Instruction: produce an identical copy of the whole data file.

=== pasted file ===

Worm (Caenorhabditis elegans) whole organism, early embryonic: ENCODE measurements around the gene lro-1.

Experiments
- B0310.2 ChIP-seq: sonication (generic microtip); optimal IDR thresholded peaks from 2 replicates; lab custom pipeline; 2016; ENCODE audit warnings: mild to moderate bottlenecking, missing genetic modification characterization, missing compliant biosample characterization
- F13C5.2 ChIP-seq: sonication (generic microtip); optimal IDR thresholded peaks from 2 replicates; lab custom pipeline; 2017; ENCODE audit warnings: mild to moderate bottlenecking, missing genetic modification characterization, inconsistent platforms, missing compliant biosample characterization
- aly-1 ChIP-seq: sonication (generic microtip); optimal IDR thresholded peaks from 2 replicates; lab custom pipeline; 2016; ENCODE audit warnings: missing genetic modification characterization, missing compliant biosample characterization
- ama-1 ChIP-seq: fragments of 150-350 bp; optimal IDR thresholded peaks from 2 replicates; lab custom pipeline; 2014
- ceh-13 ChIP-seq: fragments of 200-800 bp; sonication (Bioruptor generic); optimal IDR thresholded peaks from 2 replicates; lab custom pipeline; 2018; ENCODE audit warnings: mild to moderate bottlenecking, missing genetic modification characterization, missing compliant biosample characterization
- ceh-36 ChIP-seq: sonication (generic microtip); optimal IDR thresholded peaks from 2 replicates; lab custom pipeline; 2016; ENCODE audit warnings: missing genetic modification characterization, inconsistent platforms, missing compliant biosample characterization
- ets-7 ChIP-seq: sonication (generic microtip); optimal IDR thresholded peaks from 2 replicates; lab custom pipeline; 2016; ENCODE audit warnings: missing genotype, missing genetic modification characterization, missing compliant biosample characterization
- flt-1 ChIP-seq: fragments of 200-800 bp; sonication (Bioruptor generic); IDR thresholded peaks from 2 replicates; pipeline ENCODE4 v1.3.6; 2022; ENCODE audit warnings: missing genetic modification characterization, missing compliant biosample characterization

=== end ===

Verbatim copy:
Worm (Caenorhabditis elegans) whole organism, early embryonic: ENCODE measurements around the gene lro-1.

Experiments
- B0310.2 ChIP-seq: sonication (generic microtip); optimal IDR thresholded peaks from 2 replicates; lab custom pipeline; 2016; ENCODE audit warnings: mild to moderate bottlenecking, missing genetic modification characterization, missing compliant biosample characterization
- F13C5.2 ChIP-seq: sonication (generic microtip); optimal IDR thresholded peaks from 2 replicates; lab custom pipeline; 2017; ENCODE audit warnings: mild to moderate bottlenecking, missing genetic modification characterization, inconsistent platforms, missing compliant biosample characterization
- aly-1 ChIP-seq: sonication (generic microtip); optimal IDR thresholded peaks from 2 replicates; lab custom pipeline; 2016; ENCODE audit warnings: missing genetic modification characterization, missing compliant biosample characterization
- ama-1 ChIP-seq: fragments of 150-350 bp; optimal IDR thresholded peaks from 2 replicates; lab custom pipeline; 2014
- ceh-13 ChIP-seq: fragments of 200-800 bp; sonication (Bioruptor generic); optimal IDR thresholded peaks from 2 replicates; lab custom pipeline; 2018; ENCODE audit warnings: mild to moderate bottlenecking, missing genetic modification characterization, missing compliant biosample characterization
- ceh-36 ChIP-seq: sonication (generic microtip); optimal IDR thresholded peaks from 2 replicates; lab custom pipeline; 2016; ENCODE audit warnings: missing genetic modification characterization, inconsistent platforms, missing compliant biosample characterization
- ets-7 ChIP-seq: sonication (generic microtip); optimal IDR thresholded peaks from 2 replicates; lab custom pipeline; 2016; ENCODE audit warnings: missing genotype, missing genetic modification characterization, missing compliant biosample characterization
- flt-1 ChIP-seq: fragments of 200-800 bp; sonication (Bioruptor generic); IDR thresholded peaks from 2 replicates; pipeline ENCODE4 v1.3.6; 2022; ENCODE audit warnings: missing genetic modification characterization, missing compliant biosample characterization